Why you vote the way you do

THERE was once a time when priests ruled the world and religious texts offered an understanding of how the world worked. Economics has now taken that position. Economics is the new theocracy.

Economists try to explain everything from preferences to choice to marriage, to why gangsters thrive in some districts rather than others, and so on and so forth. In a similar manner, it is possible to explain voting.

To start with, have you considered that when you vote, your vote declares your preference. In other words, the vote you cast reveals your preference. If you vote for Ali rather than Singh, you are revealing that you prefer Ali rather than Singh.

What if it is not just one time period that is under consideration? Suppose you vote for Ali year in and year out. This keeps Ali as your village chief every year. You have revealed that you think that Ali is superior to Singh.

After being promised delivery of a set of goods, you vote for Ali. Ali comes to power, but performs poorly. You are disappointed by his performance, but before the next election Ali pleads with you to restore him to his position.

What do you do? You can decide that Ali is a conman and discontinue voting for him. Or, you might be convinced by his new promise. You could also feel sorry for Ali and decide to give him another chance.

So although Ali has been a failure, you still vote him in. In the usual sense of the term, Ali is not superior, but you have ranked him above Singh. You are signalling that you prefer Ali to Singh.

What happens if Ali fails miserably after several good attempts as the village chieftain early in his career? You would probably keep voting him in on the basis of his early successful achievements. You may even tolerate his bad performances on the grounds that he has been known to have done well and return him to his position as chieftain. If this is what you plan to do, it could be that you are hoping that Ali will perform as well as he did when he was younger.

It is likely that there will come a time when you decide that Ali can no longer be counted upon to deliver what he promises. You will then vote Singh in.

People have high levels of tolerance. History attests to this. In India, the Congress party has led the country since independence save for a couple of terms. The Bharatiya Janata Party (BJP) came to power in 1998, after a failed attempt to lead the country in 1996. More recently, Narendra Modi led the BJP to victory in 2014.

The extent of BJP's margin in 2014 suggests that the votes must have come from diverse sections of the population. The preference for a change in government over the Congress could have come about as a consequence of fatigue with Congress's failure to deliver results.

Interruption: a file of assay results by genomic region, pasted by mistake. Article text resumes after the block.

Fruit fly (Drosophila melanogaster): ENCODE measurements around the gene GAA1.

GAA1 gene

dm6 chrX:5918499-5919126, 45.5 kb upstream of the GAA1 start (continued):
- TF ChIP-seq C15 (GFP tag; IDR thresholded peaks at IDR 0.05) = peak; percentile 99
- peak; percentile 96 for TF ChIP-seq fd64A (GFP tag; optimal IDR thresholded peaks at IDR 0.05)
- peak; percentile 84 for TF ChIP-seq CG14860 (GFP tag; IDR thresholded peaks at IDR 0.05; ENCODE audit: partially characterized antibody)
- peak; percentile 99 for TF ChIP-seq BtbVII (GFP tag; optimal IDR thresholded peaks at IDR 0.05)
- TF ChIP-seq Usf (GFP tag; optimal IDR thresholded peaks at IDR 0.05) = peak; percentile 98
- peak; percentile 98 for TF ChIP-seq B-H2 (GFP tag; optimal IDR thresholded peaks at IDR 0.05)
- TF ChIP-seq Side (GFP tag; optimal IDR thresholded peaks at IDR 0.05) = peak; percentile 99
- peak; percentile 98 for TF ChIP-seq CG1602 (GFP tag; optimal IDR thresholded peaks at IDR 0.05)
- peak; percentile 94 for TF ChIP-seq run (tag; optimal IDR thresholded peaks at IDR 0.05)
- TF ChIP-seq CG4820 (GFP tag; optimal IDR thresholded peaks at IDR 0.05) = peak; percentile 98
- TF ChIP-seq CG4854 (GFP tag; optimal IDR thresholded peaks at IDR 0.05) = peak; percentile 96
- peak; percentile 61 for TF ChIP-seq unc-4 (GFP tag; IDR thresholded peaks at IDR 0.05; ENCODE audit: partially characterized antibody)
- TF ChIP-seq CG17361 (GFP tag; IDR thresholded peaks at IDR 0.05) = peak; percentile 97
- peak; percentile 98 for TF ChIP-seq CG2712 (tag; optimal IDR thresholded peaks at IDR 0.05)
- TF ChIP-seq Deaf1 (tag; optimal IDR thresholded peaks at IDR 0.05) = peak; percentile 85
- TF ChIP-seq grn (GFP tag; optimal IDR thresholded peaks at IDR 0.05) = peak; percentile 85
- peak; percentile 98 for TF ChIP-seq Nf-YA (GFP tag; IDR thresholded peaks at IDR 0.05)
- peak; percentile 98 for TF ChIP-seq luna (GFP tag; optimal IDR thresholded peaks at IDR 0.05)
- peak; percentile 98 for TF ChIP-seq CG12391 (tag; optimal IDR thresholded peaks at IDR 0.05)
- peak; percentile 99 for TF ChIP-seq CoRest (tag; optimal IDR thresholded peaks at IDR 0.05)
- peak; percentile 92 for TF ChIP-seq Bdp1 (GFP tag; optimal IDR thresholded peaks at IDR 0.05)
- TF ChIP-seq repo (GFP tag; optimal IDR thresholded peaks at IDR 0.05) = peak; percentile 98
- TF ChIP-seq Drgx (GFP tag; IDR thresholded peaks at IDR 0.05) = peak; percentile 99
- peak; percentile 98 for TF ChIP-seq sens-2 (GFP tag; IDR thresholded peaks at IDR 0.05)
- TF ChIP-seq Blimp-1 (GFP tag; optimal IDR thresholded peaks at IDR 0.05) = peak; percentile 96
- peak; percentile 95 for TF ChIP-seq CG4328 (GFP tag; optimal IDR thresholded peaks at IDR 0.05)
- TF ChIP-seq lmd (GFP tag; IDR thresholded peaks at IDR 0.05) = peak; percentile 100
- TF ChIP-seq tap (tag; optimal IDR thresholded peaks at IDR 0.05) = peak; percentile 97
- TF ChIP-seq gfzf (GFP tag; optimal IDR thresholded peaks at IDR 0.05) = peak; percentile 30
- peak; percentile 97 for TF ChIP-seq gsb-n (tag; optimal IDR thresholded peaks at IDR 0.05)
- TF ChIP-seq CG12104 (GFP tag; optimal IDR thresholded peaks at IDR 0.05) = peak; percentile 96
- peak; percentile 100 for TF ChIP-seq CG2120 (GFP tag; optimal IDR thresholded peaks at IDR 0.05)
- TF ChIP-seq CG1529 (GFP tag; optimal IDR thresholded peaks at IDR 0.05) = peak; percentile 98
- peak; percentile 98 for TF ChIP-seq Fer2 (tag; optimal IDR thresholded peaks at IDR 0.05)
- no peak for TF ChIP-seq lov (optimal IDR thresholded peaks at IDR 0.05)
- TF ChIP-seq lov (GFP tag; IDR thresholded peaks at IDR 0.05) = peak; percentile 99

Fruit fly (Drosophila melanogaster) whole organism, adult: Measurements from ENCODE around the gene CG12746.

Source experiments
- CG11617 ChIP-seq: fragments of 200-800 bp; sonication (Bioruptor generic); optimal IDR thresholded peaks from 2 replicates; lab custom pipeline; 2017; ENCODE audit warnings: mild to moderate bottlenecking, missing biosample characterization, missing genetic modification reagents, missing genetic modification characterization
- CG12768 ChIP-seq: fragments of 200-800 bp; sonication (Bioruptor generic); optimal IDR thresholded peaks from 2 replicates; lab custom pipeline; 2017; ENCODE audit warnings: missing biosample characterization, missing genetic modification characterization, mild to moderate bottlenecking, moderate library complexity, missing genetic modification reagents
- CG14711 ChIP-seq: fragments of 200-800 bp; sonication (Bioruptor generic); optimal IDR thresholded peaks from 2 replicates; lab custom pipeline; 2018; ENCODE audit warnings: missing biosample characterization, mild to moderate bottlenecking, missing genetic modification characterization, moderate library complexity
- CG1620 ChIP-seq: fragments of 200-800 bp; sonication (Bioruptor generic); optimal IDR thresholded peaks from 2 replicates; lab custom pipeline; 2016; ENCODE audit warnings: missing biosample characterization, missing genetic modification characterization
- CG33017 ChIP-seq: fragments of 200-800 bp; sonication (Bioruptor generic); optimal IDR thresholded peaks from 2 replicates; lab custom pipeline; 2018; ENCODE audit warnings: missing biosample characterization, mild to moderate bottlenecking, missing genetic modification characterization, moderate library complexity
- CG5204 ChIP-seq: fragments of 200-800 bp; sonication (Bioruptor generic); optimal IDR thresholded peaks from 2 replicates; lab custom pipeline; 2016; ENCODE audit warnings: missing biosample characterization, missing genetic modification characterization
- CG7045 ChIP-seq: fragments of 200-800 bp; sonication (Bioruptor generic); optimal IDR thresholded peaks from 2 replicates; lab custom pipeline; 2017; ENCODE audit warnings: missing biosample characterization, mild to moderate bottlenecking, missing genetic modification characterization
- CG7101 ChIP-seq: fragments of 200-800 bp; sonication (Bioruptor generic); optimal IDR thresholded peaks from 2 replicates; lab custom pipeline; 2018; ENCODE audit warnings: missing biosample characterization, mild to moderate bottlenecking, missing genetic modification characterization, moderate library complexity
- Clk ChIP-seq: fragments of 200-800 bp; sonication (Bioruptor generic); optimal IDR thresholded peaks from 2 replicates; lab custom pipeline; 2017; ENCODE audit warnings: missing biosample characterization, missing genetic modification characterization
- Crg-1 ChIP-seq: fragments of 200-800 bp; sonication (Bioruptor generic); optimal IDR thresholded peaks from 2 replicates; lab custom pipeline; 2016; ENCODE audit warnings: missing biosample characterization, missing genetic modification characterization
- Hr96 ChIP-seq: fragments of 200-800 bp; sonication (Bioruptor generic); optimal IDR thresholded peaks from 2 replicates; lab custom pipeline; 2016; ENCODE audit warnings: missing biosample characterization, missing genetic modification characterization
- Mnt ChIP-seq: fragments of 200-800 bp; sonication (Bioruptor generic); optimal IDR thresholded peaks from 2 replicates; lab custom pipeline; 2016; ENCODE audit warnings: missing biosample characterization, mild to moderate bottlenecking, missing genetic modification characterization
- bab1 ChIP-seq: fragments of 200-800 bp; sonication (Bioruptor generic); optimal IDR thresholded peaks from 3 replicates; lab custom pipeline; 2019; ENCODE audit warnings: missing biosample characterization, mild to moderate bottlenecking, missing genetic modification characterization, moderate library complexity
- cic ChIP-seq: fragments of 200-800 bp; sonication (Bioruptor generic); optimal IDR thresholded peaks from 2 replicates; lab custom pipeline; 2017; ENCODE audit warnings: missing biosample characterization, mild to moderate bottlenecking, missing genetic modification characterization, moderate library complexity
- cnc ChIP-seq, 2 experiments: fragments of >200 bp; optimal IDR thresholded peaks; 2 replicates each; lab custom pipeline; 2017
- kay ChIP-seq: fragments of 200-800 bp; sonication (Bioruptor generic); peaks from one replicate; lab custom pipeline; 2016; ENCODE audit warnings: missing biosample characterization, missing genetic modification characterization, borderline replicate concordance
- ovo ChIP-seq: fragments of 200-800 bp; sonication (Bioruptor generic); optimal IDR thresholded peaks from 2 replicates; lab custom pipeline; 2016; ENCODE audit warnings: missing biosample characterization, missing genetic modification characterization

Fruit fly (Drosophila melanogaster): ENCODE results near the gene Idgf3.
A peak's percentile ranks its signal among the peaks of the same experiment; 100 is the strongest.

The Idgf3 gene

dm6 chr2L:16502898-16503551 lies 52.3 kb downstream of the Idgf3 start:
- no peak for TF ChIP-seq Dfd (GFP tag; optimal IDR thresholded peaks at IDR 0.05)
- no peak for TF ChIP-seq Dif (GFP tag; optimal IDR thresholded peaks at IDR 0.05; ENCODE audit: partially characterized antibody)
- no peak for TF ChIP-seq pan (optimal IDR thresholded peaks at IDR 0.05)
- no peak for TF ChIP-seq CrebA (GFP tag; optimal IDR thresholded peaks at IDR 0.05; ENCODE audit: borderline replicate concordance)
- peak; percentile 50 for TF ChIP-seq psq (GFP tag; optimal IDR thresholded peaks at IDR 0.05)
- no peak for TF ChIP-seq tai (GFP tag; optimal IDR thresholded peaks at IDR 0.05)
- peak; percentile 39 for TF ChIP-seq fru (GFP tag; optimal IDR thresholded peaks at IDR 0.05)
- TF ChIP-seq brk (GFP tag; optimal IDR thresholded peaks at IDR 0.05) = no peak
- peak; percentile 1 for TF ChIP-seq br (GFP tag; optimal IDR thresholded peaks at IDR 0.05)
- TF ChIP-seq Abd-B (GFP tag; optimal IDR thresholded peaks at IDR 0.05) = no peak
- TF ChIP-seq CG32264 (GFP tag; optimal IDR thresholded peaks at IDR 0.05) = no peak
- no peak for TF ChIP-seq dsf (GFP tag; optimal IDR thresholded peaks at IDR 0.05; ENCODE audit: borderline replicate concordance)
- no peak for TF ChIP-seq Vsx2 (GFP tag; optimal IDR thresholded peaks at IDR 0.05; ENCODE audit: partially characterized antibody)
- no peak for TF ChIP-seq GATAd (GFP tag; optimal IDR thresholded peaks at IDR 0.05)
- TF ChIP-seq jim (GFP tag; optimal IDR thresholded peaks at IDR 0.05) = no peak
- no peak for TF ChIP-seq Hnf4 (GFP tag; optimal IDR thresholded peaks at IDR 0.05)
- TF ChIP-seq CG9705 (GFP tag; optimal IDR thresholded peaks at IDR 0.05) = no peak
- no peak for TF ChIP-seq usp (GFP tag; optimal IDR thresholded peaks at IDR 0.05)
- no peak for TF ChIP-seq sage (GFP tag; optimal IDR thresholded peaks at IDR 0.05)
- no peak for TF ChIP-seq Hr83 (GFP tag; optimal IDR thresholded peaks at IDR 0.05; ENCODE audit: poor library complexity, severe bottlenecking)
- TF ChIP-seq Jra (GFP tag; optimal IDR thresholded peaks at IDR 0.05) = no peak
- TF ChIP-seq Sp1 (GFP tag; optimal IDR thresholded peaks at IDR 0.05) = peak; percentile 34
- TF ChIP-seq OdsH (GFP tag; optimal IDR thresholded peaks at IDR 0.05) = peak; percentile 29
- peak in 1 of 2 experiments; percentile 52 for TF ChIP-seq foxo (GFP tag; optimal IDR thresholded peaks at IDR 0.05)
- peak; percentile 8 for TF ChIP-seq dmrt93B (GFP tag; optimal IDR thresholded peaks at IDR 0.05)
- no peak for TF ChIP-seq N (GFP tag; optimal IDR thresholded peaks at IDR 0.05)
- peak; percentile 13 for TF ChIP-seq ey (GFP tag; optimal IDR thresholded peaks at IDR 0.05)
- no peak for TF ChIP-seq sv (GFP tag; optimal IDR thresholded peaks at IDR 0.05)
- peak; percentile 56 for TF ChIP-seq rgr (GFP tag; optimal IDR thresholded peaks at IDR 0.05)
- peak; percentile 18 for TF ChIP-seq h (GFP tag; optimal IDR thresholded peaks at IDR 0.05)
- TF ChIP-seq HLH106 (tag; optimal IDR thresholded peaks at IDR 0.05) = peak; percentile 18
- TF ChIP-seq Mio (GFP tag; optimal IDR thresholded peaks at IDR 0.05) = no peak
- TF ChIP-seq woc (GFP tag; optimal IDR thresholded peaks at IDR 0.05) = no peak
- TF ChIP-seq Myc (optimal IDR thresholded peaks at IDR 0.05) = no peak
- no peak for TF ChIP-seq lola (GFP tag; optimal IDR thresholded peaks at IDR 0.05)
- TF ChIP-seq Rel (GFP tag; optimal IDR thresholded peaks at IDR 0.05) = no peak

It seems to me that people prefer to keep the known devil in place. One always hopes that the known devil will reform, transform itself. And this sentiment will have different levels of sensitivity among different sections of the electorate.

Some groups of voters will be more tolerant, others less so. It is only when the disaffection is big enough to tilt the balance will there be a change – it is only then that you will choose Singh over Ali.

Why is it that sometimes voters keep switching between two political parties?

This happens in two states in India, Kerala and Tamil Nadu. Kerala, which has a population of about 33 million people, has the distinction of being a state that democratically voted a Communist party into power. In this state, the Communist party takes leadership for one term, often followed by the Congress party.

Tamil Nadu, with a population of 80 million, frequently alternates between the DMK and the ADMK.

One reason why this phenomenon occurs is because it disallows any one party from exercising monopoly power. When people feel that a particular party has not delivered on their promises or failed in some way, the other party is voted into power.

This mechanism also places a limit on the abuse of power. If a party's corrupt practices have been exposed, then there is a choice that is waiting in the wings.

But does this root out corruption? No, it does not; but if one party were continually in power the abuse would be excessive and without control.

A duopolistic structure in the market for votes is a system where two parties have control over votes. This keeps both parties on their toes. In a two-party system, a party knows that if it is inefficient it will be booted out. It also knows that if its corrupt deals are exposed, its misdeeds will be pursued by the opposition, which may form the next government. This places a cap on misgovernance.

Going back to our Ali-Singh scenario, Ali knows he does not have till eternity to produce good outcomes. He also knows that he will be punished if he misbehaves, and replaced by Singh. As a consequence, Ali might go in for programmes that produce good outcomes in short time periods. He will try to limit his unruly conduct.

It is not the end of the world for Ali or the village if Ali is voted out this time. Ali might be in greater demand the next time round, if Singh makes a mess of things.

None of this is meant to help you vote better in the forthcoming elections. If you enjoyed reading this article, then you should read the vast and very abstract literature on voting theory or modern political economy.

If you did not enjoy reading this article, then you should watch the many YouTube clips of ceramah throughout the country. There is enough there to keep you entertained till May 9.

Dr Shankaran Nambiar is a senior research fellow at the Malaysian Institute of Economic Research. He is author of Malaysia in Troubled Times. Comments: letters@thesundaily.com